Financial Ties Between FDA Advisory Committee Members and Companies Not Always Disclosed, The Wall Street Journal Reports
An analysis by The Wall Street Journal shows that the United States Food and Drug Administration (FDA) does not always disclose financial ties between members of its medical device advisory committee and the companies that manufacturer medical devices. In particular, the WSJ analysis found that “a third of advisers on the FDA’s cardiology, orthopedics and gynecology device committees from 2012 through 2014 received something of value from device companies.” For the full WSJ article, click here.
An FDA advisory committee is a panel of independent physicians and scientists who meet to provide the FDA with recommendations relating to the approval or regulation of medical devices or prescription medications. Although the FDA is not mandated to follow the recommendations of the advisory committee, the FDA often does the majority of the time.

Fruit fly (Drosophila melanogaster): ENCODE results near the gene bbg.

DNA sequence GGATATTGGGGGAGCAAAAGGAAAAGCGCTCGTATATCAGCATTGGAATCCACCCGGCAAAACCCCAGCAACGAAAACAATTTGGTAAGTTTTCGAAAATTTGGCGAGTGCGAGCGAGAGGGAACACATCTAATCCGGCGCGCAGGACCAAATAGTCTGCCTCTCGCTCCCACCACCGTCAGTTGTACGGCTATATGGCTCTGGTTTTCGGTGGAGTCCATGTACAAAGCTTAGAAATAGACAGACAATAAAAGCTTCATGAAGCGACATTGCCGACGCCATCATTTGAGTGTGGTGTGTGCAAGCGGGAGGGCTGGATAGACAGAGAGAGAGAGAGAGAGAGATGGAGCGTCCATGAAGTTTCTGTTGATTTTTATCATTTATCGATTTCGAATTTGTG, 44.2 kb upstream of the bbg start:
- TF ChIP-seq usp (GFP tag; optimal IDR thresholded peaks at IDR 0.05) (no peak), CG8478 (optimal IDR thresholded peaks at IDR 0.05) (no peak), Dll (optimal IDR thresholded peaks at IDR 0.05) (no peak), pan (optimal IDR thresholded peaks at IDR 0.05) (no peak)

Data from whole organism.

The issue is that many members of these FDA advisory committees have financial ties (i.e., research grants, consulting payments) to medical device companies that the FDA does not publicly disclose. According to critics, these undisclosed ties raise issues with the public as it relates to the confidence of the committee’s recommendations. The WSJ reports that there is no evidence that advisory committee members are hiding their financial ties from the FDA. According to doctors, they disclose all of their financial relationships with companies and the FDA decides when a conflict exists. The FDA discloses financial ties involving committee members only when they require a special waiver for current relationships doctors and scientists have with medical device companies. The FDA says that “[p]ast financial relationships and those related to products other than what is the focus of the panel are considered confidential.”
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